Dear University Bound Grandchild (and their parents)
I came across this stunning (to me) statistic in Forbes magazine recently that stated “Student loan debt is now the second highest consumer debt category – behind only mortgage debt – and higher than both credit cards and auto loans.
According to Make Lemonade, there are more than 44 million borrowers with $1.3 trillion in student loan debt in the U.S. alone. The average student in the Class of 2016 has $37,172 in student loan debt.” https://www.forbes.com/sites/zackfriedman/2017/02/21/student-loan-debt-statistics-2017/#5f01876e5dab. Of those 44 million borrowers, almost 4 million have a debt of over $75,000.
At almost the same time, my daughter and I were discussing university plans for my three grandchildren and how she and her husband were going to afford to send them on to university without incurring a large debt for the children or for themselves. These two things got me thinking about what I used to tell my Introductory Psychology students each semester in my opening lecture. I always asked the question “are you sure you want to be pursuing a college education and all the debt and time that entails?” I have long been an advocate of the philosophy that a university degree is not for everyone and certainly not necessarily tied to financial success or to job satisfaction.
While I am a very happy beneficiary of a college degree and post graduate studies and the many doors they opened for me, I wonder if we, as a society, are guilty of putting forth an attitude that says that if one does not have a college degree; one has somehow fallen just a little short in life. A philosophy that subtly teaches that the so called “blue collar” occupations such as registered nurse, x-ray technician, beautician, plumber, electrician, mechanic, etc. are somehow just a little lower than those that require graduate degrees such as physician, attorney, and college professor.
If this is true on even a small scale, does this undercurrent of over valuing a university degree mean that we have or will saddle our grandchildren with such a debt burden that they may never be able to afford a home before they are 50 years of age? Does it mean that when a graduating student finds that his or her degree in some of the humanities and other fields have a slim or nonexistent chance providing a career in that field? But at the same see them time finding that that the debt incurred earning that degree is growing each year as interest accrues and that those student loans, like IRS debts, are unable to be expunged by declaring bankruptcy or in any other way.
Certainly we all are keenly aware of the financial benefits of acquiring a skilled trade. Just remember what the last bill was from the plumber or electrician that came to your home to attend to a problem. I have long been an advocate of the type of secondary school system that identifies those students that have little or no interest in university and providing a track in which they graduate secondary school with the skills and certification to start in the “trades”. For those who take this alternative, they begin earning after only two years or so and have incurred considerably less debt than the typical college graduate. Unfortunately there are so few of these in this country that they seem virtually nonexistent. Often there are such tracks available in community colleges after graduation from high school, but by then some of the potential beneficiaries of this have dropped out or are completely soured on any formal education experience and are unable to take advantage of such career courses.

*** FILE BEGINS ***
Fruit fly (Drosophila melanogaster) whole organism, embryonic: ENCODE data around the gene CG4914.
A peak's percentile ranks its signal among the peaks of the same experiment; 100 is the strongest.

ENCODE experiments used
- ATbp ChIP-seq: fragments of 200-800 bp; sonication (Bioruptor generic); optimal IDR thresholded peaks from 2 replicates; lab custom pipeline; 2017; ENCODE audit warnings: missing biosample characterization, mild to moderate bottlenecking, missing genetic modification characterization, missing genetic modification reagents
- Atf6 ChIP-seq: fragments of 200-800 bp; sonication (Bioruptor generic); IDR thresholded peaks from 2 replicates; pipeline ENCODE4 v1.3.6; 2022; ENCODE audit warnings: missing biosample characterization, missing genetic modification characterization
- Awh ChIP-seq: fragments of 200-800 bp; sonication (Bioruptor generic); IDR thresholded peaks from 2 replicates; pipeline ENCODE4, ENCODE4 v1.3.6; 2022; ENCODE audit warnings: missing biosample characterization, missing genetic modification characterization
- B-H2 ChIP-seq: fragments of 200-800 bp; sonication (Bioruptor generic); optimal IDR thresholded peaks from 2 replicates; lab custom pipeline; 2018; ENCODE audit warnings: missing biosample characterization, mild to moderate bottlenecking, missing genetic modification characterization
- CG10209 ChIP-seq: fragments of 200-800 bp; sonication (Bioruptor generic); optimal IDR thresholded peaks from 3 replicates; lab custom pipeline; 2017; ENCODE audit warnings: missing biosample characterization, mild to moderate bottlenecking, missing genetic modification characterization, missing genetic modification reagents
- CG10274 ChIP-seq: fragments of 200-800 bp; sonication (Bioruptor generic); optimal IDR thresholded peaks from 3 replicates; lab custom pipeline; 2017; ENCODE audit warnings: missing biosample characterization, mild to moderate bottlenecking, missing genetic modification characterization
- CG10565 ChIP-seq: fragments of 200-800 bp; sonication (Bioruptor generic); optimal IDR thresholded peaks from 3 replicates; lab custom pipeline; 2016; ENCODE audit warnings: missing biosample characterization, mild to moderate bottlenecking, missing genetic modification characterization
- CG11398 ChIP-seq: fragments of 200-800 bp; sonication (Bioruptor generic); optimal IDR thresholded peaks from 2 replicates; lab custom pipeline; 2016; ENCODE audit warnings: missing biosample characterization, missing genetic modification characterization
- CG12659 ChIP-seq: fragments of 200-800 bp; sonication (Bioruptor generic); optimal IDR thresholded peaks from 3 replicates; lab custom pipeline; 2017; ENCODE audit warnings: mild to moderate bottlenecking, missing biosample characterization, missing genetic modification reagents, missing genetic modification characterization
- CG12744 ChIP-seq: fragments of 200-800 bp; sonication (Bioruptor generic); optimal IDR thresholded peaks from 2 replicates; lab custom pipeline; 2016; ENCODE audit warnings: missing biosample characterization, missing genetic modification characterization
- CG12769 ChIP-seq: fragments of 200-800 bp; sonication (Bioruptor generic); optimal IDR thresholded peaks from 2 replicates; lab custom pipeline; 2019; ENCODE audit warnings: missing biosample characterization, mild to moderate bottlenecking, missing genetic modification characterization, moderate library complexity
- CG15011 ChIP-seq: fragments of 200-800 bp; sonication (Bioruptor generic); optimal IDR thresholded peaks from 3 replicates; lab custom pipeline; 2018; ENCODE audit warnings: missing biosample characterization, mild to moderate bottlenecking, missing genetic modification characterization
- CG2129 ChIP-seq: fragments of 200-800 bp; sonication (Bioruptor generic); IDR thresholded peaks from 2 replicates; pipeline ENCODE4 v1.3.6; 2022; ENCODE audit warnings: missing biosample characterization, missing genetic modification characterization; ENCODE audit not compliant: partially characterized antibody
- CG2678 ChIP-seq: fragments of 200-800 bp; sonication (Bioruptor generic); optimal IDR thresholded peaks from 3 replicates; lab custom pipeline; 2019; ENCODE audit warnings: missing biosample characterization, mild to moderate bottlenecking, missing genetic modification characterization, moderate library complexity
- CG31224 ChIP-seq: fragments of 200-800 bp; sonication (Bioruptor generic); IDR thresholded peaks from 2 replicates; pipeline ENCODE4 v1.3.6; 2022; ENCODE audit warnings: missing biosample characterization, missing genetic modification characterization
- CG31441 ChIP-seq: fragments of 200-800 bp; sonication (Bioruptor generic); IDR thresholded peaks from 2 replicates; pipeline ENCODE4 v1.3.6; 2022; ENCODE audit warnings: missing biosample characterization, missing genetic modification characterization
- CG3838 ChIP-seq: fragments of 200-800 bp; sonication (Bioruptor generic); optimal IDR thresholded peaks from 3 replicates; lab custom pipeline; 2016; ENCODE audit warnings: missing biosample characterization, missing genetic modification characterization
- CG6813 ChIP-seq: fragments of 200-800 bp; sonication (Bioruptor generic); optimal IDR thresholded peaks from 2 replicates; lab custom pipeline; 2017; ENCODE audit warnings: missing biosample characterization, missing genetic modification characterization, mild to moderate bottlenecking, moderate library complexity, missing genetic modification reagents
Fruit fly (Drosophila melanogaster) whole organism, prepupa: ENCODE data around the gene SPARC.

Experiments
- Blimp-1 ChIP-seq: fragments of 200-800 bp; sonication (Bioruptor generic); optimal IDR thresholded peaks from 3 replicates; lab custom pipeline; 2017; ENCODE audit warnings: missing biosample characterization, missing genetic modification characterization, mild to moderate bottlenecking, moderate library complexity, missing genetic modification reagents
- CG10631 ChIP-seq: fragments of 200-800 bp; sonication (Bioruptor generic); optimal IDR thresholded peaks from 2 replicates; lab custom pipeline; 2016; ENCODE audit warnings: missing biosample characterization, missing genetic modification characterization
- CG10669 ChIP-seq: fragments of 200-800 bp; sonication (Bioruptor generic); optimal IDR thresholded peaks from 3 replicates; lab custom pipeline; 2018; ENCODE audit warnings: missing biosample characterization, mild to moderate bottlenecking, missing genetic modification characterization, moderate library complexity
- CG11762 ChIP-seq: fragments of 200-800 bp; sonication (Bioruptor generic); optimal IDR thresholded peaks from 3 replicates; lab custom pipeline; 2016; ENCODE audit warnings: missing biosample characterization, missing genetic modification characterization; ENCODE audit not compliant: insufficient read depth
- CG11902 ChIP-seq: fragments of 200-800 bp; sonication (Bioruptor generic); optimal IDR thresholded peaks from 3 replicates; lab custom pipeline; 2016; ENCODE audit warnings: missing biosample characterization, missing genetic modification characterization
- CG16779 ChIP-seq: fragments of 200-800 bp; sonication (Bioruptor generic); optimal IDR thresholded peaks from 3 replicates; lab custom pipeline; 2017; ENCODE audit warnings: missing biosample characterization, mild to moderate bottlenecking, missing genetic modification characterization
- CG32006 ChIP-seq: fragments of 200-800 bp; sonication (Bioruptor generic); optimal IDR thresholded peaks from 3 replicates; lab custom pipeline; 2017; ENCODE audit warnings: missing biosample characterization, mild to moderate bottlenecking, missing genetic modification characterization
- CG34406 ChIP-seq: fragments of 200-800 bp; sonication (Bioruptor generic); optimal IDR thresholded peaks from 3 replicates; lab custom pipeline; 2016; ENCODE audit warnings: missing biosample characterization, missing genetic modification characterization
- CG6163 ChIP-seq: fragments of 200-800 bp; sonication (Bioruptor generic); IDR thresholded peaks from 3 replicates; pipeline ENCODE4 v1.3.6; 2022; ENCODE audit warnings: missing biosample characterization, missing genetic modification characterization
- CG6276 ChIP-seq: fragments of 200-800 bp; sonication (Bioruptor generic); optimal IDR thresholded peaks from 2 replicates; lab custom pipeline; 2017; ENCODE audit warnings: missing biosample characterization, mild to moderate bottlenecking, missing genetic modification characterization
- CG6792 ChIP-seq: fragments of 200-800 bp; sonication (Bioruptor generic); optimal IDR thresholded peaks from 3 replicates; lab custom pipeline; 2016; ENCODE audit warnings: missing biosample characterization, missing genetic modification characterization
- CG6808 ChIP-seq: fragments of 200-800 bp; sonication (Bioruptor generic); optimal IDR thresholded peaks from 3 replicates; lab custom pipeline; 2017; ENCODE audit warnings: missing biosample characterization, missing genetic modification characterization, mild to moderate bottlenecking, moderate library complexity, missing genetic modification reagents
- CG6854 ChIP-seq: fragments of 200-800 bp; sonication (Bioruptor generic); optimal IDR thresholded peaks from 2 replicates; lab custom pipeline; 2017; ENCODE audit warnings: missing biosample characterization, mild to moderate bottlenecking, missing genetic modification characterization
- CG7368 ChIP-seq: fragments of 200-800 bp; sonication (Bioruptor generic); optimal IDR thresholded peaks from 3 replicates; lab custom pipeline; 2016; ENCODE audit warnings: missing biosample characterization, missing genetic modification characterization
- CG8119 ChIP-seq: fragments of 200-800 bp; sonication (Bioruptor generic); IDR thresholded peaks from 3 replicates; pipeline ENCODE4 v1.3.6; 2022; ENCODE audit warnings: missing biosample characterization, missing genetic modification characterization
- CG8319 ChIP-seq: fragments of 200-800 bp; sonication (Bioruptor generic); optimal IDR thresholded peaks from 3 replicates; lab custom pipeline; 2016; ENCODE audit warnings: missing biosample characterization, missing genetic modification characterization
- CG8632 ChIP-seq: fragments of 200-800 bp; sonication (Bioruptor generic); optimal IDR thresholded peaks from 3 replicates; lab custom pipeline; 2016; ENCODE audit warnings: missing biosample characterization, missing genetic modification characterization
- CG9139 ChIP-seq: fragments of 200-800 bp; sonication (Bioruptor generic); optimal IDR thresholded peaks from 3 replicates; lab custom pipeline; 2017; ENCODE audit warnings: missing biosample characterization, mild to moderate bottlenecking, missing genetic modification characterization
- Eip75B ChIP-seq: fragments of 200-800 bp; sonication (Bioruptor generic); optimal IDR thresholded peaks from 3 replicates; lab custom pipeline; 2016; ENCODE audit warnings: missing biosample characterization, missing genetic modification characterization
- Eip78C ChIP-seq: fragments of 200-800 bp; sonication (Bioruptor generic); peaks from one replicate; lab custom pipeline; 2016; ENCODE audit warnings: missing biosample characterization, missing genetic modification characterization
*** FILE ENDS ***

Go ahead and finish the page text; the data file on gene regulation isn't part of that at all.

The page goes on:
As I said earlier, I have greatly benefitted from my tertiary and post graduate degrees. But I temper that with the knowledge that I went to college before the cost of books were approaching $100 each (more for lab books) and, according to the College Board, the average annual cost of tuition and fees for the 2016–2017 school year was $33,480 at private colleges, $9,650 for state residents at public colleges, and $24,930 for out-of-state residents attending public universities. I wonder if faced with four or more years of accruing debt and faced with diminished employment prospects, I would undertake the same path.
As a result, I tell young people and my grandchildren to carefully and realistically assess the costs and benefits of acquiring a college degree and to explore alternatives to that degree.
As an aside, I wonder whether piling up this debt and the disappointment and pressure that often accompanies the debt, will be just one of the problems facing our grandchildren. Will a significant number of our college graduates experience the frustration of not being able to provide for one’s family and having to face the fact that they have somehow disappointed themselves and society? If so, I wonder what outlet that pressure will seek.